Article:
Saturday, April 22, 2017

Singer 99 conversion to hand crank, bobbin winder option.

I won a nice little Singer 99 in the raffle at the NC TOGA last June.  Afterwards Maria told me that she had donated it.  Thanks, Maria!

She had obviously spent some time cleaning it up and there was very little left for me to do.  It needed a new bobbin cover slide plate, and I had one in the stash.

Note:  I wrote a tutorial for hand crank conversion back in 2012 so take a look if you want more details about the process.

screwdriver points to location of missing screw

It also needed an attachment screw for the bobbin winder.  But this proved to be a blessing in disguise.

One of the problems of converting machines to hand crank status is whether the bobbin winder will work once the conversion is finished.

You have to replace the original solid hand wheel on the 99 and the 185 with a spoked wheel.  The hand crank has a finger that fits into the space between the spokes.

The spoked wheel is a different diameter than the solid wheel and this leaves the bobbin winder dangling in mid-air with no place to land.  But with this screw missing you can just push the winder into position to make contact with the spoked hand wheel.

I didn't invent this, btw.  I am sure I read this somewhere, probably on TreadleOn, possibly from Maria!  But I had forgotten about it until I started playing around with this machine.

Beautiful nose plate and nice and clean inside the nose.  "Nose" is what I call it because I never remember what it is really supposed to be called.

Nice and clean underneath.

Ditto for the bobbin area. There is a bit of rust (not nearly as bad as the photo shows) but everything turns freely.  It just needed a replacement bit of felt tucked into that little spring on the side.  Oil goes on the felt, and then a thin film of oil is continuously added to the bobbin race as it races around the track.

The original felt inside the little spring thingy was a red wool felt.  You can cut a piece the right size off of a red spool pin felt and use that.  The spool pin felts I have bought from are wool.  If you get them elsewhere I can't promise their wool-ness.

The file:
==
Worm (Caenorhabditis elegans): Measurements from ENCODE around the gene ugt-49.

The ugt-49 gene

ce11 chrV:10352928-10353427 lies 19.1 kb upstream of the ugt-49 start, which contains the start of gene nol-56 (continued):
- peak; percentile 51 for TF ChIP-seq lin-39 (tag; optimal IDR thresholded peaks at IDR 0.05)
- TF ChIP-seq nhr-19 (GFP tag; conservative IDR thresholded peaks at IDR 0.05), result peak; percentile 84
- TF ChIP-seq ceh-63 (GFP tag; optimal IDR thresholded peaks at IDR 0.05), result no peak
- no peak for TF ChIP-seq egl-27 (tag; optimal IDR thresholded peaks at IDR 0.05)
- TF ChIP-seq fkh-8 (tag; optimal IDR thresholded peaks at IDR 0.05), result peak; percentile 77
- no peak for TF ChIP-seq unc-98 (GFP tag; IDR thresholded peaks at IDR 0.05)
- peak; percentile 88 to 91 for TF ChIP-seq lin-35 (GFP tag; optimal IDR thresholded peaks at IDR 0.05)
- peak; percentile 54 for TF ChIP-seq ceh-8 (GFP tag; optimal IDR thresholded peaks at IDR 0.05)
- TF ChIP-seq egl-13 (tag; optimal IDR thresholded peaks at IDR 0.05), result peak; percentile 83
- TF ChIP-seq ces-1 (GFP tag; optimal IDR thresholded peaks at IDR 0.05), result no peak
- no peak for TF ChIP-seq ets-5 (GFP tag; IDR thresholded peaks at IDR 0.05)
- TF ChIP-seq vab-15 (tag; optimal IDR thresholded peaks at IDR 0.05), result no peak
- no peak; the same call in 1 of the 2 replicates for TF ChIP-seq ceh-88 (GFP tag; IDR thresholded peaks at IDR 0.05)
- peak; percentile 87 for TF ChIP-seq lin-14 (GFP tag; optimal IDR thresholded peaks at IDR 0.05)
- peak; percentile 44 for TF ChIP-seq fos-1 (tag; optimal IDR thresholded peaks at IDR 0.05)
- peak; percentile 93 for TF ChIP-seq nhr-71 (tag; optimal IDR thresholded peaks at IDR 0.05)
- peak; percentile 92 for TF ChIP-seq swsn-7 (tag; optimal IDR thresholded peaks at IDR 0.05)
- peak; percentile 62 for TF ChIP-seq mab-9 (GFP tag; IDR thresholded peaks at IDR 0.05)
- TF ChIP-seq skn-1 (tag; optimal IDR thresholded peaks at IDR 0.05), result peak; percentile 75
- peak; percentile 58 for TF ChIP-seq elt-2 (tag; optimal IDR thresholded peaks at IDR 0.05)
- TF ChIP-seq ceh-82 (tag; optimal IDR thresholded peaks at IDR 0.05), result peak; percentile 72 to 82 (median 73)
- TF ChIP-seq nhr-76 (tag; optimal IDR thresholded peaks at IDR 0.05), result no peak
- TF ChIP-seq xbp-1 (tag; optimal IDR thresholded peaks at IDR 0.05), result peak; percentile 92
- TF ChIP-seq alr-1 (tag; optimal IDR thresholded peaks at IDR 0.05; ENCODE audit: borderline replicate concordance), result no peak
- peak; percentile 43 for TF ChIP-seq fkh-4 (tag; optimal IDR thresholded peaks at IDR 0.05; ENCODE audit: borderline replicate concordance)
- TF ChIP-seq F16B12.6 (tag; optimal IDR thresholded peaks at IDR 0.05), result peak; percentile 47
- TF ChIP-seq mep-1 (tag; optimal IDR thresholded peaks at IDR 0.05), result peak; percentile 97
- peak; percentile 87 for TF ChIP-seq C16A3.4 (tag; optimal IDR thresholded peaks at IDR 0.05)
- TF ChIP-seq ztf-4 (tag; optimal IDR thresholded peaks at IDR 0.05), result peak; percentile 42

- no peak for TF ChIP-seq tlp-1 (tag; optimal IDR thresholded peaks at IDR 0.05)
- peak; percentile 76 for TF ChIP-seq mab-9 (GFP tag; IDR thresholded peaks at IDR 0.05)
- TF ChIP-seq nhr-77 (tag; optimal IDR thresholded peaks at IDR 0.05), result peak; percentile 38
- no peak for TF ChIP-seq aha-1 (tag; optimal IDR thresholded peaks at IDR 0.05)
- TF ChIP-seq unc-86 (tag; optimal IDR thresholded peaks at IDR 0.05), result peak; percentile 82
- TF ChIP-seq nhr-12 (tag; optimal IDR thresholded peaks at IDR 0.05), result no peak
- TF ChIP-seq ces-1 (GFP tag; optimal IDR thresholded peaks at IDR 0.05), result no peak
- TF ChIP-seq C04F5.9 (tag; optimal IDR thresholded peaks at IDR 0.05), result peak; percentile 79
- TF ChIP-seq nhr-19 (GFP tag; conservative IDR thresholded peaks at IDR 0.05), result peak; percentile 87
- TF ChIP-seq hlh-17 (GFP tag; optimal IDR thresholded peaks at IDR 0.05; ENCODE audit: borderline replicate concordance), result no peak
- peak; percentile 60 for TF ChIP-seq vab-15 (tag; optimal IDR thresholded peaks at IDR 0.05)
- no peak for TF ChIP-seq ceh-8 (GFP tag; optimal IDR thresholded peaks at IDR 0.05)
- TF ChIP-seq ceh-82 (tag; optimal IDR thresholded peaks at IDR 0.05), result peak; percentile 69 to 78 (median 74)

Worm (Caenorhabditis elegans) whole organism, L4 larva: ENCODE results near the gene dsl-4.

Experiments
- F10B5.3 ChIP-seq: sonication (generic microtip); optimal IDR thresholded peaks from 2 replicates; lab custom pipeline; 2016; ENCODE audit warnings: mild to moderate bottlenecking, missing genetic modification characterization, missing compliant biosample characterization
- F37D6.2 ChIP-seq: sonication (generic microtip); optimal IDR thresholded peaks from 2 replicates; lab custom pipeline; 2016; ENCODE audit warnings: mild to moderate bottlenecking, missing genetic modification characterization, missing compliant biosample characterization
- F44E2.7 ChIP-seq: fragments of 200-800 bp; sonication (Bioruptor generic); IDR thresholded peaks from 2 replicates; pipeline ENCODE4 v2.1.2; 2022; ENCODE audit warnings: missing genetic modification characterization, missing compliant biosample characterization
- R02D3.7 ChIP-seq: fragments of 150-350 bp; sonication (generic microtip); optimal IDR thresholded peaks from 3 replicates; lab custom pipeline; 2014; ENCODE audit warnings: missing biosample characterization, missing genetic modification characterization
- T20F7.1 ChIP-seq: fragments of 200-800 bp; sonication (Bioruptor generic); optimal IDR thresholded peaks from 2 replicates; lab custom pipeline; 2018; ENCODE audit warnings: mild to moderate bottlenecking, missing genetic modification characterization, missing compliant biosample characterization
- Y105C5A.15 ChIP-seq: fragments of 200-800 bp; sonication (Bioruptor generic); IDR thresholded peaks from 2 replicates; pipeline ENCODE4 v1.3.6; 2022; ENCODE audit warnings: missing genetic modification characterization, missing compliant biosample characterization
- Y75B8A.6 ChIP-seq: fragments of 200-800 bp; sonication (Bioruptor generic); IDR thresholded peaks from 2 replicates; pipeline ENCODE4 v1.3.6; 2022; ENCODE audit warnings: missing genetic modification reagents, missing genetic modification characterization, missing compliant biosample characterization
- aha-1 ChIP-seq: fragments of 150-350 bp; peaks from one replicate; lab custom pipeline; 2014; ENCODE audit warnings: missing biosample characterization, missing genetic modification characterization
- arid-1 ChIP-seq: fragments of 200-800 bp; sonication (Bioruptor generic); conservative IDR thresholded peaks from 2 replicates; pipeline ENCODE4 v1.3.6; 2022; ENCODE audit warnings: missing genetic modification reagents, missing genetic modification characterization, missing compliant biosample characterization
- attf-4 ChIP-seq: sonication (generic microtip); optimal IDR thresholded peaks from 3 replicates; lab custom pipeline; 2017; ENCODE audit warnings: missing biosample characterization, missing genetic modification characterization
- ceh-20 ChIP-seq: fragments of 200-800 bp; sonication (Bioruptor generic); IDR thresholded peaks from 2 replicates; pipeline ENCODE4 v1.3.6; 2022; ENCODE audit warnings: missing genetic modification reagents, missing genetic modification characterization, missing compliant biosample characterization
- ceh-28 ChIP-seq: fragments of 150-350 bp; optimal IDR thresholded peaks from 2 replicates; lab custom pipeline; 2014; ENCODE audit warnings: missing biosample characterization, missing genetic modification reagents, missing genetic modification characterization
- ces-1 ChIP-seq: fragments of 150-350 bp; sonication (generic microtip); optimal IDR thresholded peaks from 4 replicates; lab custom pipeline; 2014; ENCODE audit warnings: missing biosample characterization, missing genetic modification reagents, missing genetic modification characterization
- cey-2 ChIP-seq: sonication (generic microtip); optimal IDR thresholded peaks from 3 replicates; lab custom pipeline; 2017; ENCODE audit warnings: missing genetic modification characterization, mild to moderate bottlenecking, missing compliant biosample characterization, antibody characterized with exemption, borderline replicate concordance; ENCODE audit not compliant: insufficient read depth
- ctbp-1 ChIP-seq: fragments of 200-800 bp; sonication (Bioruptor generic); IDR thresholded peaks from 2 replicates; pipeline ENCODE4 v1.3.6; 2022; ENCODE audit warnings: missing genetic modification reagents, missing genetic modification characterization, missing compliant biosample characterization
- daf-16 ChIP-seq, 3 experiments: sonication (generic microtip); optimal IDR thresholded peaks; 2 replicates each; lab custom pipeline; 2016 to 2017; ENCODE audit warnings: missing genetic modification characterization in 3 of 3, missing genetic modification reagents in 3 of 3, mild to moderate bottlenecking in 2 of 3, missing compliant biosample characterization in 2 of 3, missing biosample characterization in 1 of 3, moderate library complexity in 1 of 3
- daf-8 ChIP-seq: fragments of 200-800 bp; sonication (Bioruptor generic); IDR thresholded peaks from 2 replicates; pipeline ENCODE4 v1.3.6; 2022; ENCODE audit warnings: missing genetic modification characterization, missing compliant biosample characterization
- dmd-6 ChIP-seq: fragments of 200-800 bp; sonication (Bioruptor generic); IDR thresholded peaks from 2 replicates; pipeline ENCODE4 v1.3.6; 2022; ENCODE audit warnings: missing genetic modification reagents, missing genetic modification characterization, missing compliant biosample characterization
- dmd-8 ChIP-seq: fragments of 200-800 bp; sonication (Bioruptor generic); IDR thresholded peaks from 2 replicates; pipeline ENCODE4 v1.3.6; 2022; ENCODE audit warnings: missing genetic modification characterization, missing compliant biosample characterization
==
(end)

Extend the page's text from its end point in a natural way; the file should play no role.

It is easier than you might think to dis- and re-assemble the bobbin area of the Singer 99 and its big sister the 66.  I found thorough directions with photos at the Tools for Self Reliance website.
They cover all aspects of refurbishing the 99, 16, 15 and 201.  The vintage sewing machine world is in a blind panic now because they have taken the directions off of their website.  Apparently there is a way to travel back in time (internet-wise) to retrieve them.  I have them downloaded fortunately.  People have been writing to them asking them to restore the directions.  So far no go though.

This is the Singer 99 that eventually became Nellie's pink machine.  I can never get enough pictures of it, how about you?

I probably started writing this post a year ago or more!  The machine has long been finished and delivered to little Nellie.  But the info about the bobbin winder "adjustment" is important and the fix is so easy that I knew I really had to get this posted eventually.  So here it is.

Enjoy the advent of Spring (or Fall if you are in the southern hemisphere.  Or the rainy season if you are in the tropics and waiting for it).

Tuesday, April 11, 2017

Paper Towel Holders and a Not-Vintage Pfaff

As mentioned here before (and often) I am a thrift store junkie.  It is just so much fun to look at all the old trash treasures.

One of my all time great finds was a cast iron paper towel holder, enameled pink.  It has a finial at the top that has holes in it.  I realized its potential immediately.

It was designed so that you can unscrew the finial, pop a roll of paper towels on, and replace the finial.  The finial keeps the paper towels from leaping up off of the post and escaping.  Like they do.

The smaller post on the side is designed to keep the paper towels under control.  But you can also put a cone of thread on it, and run the thread up through the finial.  Cutest thread stand EVER.